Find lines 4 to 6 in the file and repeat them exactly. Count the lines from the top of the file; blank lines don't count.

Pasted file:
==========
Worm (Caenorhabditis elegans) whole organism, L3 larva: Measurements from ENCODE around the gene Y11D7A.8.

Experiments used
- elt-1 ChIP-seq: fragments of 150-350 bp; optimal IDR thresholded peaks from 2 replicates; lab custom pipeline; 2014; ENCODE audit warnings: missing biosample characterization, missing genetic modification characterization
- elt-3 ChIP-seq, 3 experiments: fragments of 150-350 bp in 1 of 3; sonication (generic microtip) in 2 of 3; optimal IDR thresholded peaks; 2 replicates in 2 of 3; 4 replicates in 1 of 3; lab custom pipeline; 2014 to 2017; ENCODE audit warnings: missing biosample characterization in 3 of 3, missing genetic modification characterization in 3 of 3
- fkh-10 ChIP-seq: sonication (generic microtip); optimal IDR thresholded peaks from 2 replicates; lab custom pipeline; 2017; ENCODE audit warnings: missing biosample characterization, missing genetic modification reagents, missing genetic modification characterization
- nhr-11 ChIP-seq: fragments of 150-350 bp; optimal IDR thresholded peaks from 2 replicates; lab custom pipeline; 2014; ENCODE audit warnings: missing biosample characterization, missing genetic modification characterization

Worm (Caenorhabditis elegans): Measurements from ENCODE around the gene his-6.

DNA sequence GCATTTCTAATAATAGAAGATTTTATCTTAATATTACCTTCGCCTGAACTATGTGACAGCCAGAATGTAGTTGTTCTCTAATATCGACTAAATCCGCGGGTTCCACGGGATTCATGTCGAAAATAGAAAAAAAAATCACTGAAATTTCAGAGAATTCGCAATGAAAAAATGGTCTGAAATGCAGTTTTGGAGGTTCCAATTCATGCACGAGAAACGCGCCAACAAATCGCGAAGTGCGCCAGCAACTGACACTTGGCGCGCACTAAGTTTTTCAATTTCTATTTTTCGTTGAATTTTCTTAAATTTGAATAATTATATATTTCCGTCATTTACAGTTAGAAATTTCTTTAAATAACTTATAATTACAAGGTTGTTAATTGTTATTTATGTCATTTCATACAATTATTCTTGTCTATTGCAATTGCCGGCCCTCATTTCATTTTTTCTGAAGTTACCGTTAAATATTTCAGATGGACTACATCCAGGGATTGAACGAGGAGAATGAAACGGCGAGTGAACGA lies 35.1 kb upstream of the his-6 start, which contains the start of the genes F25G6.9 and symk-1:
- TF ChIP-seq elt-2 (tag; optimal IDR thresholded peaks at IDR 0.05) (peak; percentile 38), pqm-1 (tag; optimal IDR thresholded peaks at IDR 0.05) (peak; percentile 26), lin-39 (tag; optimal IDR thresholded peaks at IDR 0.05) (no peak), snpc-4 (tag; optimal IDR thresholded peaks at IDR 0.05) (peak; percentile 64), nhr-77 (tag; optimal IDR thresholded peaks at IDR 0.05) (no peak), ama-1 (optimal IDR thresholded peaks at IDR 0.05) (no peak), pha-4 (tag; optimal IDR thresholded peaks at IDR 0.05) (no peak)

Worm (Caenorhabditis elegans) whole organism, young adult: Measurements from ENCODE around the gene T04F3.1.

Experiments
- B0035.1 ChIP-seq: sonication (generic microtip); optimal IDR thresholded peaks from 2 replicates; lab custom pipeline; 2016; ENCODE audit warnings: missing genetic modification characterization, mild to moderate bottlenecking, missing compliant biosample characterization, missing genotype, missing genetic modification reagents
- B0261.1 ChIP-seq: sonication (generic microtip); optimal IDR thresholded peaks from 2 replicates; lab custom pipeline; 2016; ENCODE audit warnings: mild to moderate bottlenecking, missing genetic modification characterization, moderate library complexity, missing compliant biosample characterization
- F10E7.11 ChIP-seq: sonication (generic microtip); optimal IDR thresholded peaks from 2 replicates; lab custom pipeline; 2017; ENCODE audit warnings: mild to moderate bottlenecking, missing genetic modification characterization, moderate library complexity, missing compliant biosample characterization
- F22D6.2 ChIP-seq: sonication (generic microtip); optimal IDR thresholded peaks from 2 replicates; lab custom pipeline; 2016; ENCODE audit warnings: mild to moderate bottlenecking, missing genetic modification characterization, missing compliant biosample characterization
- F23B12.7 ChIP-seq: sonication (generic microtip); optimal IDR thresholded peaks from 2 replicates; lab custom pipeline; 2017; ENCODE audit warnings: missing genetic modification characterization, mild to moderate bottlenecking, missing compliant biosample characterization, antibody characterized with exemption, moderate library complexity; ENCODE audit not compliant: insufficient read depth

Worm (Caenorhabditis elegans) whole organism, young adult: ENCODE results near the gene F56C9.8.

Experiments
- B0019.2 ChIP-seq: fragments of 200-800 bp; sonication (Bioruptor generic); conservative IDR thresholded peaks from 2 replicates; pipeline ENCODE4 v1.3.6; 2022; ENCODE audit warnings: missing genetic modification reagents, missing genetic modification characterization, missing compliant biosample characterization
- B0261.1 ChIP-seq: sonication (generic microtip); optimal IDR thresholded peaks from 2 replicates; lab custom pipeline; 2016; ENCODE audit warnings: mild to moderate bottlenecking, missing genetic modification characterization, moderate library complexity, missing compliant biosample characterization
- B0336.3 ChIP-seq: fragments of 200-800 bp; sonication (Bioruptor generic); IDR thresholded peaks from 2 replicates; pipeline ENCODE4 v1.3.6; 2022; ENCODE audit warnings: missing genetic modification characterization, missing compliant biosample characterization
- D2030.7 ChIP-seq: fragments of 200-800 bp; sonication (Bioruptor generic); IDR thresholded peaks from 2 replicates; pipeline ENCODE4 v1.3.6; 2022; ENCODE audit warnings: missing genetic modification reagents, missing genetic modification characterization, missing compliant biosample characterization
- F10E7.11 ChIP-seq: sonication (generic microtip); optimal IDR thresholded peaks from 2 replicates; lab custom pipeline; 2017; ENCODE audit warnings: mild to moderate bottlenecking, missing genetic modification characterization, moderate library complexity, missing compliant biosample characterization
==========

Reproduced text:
- elt-3 ChIP-seq, 3 experiments: fragments of 150-350 bp in 1 of 3; sonication (generic microtip) in 2 of 3; optimal IDR thresholded peaks; 2 replicates in 2 of 3; 4 replicates in 1 of 3; lab custom pipeline; 2014 to 2017; ENCODE audit warnings: missing biosample characterization in 3 of 3, missing genetic modification characterization in 3 of 3
- fkh-10 ChIP-seq: sonication (generic microtip); optimal IDR thresholded peaks from 2 replicates; lab custom pipeline; 2017; ENCODE audit warnings: missing biosample characterization, missing genetic modification reagents, missing genetic modification characterization
- nhr-11 ChIP-seq: fragments of 150-350 bp; optimal IDR thresholded peaks from 2 replicates; lab custom pipeline; 2014; ENCODE audit warnings: missing biosample characterization, missing genetic modification characterization